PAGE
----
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The private and social return to schooling in Italy

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Author Info

  • Antonio Ciccone

    ()
    (ICREA and Universitat Pompeu Fabra)

  • Federico Cingano

    ()
    (Bank of Italy)

  • Piero Cipollone

    ()
    (Bank of Italy)

Abstract

We estimate the private (individual) and social return to schooling in Italy and four macro regions. Our estimates take into account the effects of schooling on employment and wages as well as the key features of the Italian tax and social insurance system. We find that the individual return to schooling compares favorably to the return to financial assets (especially in the South). At the social level, the available infrastructure-capital data indicates that the return to schooling exceeds that to infrastructures in the South.

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Bibliographic Info

Paper provided by Bank of Italy, Economic Research and International Relations Area in its series Temi di discussione (Economic working papers) with number 569.

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Date of creation: Jan 2006
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Handle: RePEc:bdi:wptemi:td_569_06

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Keywords: Education; Regional Development; Wages; Employment probability;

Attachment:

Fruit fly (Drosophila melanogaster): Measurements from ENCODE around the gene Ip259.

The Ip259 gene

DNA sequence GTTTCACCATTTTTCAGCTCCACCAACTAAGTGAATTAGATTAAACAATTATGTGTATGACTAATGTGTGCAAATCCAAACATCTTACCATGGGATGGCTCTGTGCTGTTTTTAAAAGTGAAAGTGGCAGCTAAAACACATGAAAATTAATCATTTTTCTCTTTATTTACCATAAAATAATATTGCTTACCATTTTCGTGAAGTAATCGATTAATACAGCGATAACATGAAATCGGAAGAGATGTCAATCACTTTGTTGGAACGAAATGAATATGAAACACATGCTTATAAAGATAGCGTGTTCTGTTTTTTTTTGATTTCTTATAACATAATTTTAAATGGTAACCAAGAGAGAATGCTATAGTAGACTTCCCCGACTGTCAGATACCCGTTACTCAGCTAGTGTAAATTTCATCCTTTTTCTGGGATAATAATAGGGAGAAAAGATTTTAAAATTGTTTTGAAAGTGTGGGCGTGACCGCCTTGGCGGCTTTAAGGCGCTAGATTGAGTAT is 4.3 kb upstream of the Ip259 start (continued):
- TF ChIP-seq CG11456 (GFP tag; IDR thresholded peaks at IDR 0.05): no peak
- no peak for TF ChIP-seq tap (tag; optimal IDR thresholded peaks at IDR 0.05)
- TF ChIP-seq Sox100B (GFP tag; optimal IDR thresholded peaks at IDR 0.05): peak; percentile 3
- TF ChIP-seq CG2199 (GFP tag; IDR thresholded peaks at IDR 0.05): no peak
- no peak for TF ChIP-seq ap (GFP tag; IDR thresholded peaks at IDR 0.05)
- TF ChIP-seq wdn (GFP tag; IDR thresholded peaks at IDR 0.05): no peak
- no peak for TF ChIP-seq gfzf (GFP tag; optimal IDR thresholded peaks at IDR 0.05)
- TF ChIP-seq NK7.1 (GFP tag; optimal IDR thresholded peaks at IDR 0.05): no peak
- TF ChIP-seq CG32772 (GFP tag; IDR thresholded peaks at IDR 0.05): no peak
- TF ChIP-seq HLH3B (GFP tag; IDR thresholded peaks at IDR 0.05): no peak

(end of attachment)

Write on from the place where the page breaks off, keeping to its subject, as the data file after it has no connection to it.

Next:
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References

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  1. Angel de la Fuente & Antonio Ciccone, 2003. "Human capital in a global and knowledge-based economy," Working Papers 70, Barcelona Graduate School of Economics.
  2. Luigi Guiso & Paola Sapienza & Luigi Zingales, 2004. "The Role of Social Capital in Financial Development," American Economic Review, American Economic Association, vol. 94(3), pages 526-556, June.
  3. Claudia Goldin & Lawrence F. Katz, 1998. "Human Capital and Social Capital: The Rise of Secondary Schooling in America, 1910 to 1940," NBER Working Papers 6439, National Bureau of Economic Research, Inc.
  4. Andrea Brandolini & Piero Cipollone & Paolo Sestito, 2001. "Earnings Dispersion, Low Pay and Household Poverty in Italy, 1977-1998," Temi di discussione (Economic working papers) 427, Bank of Italy, Economic Research and International Relations Area.
  5. Angel de la Fuente & Rafael Domenech & Juan Francisco Jimeno, 2003. "Human capital as a factor of growth and employment at the regional level. The case of Spain," UFAE and IAE Working Papers 610.04, Unitat de Fonaments de l'Anàlisi Econòmica (UAB) and Institut d'Anàlisi Econòmica (CSIC).
  6. Charles I. Jones, 2002. "Sources of U.S. Economic Growth in a World of Ideas," American Economic Review, American Economic Association, vol. 92(1), pages 220-239, March.
  7. Heckman, James, 2013. "Sample selection bias as a specification error," Applied Econometrics, Publishing House "SINERGIA PRESS", vol. 31(3), pages 129-137.